CURRENT GRADUATE STUDENTS
Molecular and Medical Pharmacology Student and Postdoc Representatives
Each year graduate students and postdocs are elected by their peers to representative positions. Students and postdocs will be selected both from the Molecular and Medical Pharmacology graduate program and the Interdepartmental Program in Biomedical Physics. These representatives play a critical role in enriching graduate student life through recruitment and orientation of new students, participation in Graduate Training Committee meetings, organization of the Pharmacology retreats, coordinating special events and communicating the needs of the graduate students to the Graduate Training Committee and the department chair. They also participate in faculty meetings. Through these activities, the student representatives gain valuable leadership experience, the ability to positively influence the department’s graduate program, and serve as an information conduit between the graduate students and the faculty.
Meet our current representatives:
Tiancheng Fang is a 3rd year in John Chute's lab. Her research interest is the Hematopoietic Stem Cell Regeneration after injury. She received her BS in Bioscience from Nankai University in China in 2014. Besides research, Tiancheng enjoys Hiking and enjoy good food with friends.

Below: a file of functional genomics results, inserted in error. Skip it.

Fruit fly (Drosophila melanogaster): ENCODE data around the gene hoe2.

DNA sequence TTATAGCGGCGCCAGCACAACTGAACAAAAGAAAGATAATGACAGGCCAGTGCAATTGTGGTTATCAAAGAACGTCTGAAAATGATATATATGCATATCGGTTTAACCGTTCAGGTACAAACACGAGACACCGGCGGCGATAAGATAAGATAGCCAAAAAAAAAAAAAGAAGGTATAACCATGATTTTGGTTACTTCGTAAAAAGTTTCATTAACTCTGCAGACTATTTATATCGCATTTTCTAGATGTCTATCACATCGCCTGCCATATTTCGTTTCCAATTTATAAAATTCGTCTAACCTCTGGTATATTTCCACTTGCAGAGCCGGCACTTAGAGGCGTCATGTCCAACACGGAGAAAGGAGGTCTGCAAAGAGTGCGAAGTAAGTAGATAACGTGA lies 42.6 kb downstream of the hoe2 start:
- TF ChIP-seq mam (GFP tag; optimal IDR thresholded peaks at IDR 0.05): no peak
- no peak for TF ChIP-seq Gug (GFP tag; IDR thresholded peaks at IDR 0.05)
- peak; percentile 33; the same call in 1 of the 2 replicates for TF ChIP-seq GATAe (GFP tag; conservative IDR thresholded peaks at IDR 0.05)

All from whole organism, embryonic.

Mr. Richard A. Morgan is currently pursuing a combined MD/PhD degree through the Medical Scientist Training Program and is a student in the DREW/UCLA Medical Education Program. He received his MSc in Biotechnology at Johns Hopkins University and has contributed to the publication of over 10 original scientific articles in the fields of pathology, oncology, and surgery. Mr. Morgan’s previous research focused on identifying the genetic factors underlying metastatic progression in pancreatic cancer. He is currently completing his graduate training in the laboratory of Dr. Donald B. Kohn where he is developing high-throughput methods for engineering gene therapy vectors. Mr. Morgan has received multiple fellowships and scholarships in support of his endeavors, including grants from Charles R. Drew University of Medicine and Science, and the National Medical Association, and fellowships from the National Heart, Lung, and Blood Institute, and is a recipient of the prestigious Franklin C. McLean award.
Allison Sharrow began her research career at the University of Pittsburgh, first using biochemistry to better understand Rb/E2F signaling in cancer. Her post-baccalaureate research departed from cancer to delineate the effects of death receptor signaling in osteoblast function and to better understand how post-menopausal hormone changes cause osteoporosis. Dr. Sharrow’s graduate thesis at The Johns Hopkins University School of Medicine drew her back to cancer. During this time, she identified and characterized ovarian cancer stem cells and discovered several novel therapeutic strategies to eliminate these chemoresistant cells. Since then, she has bridged cancer stem cells and tumor immunology to better understand the interactions between these crucial cell types.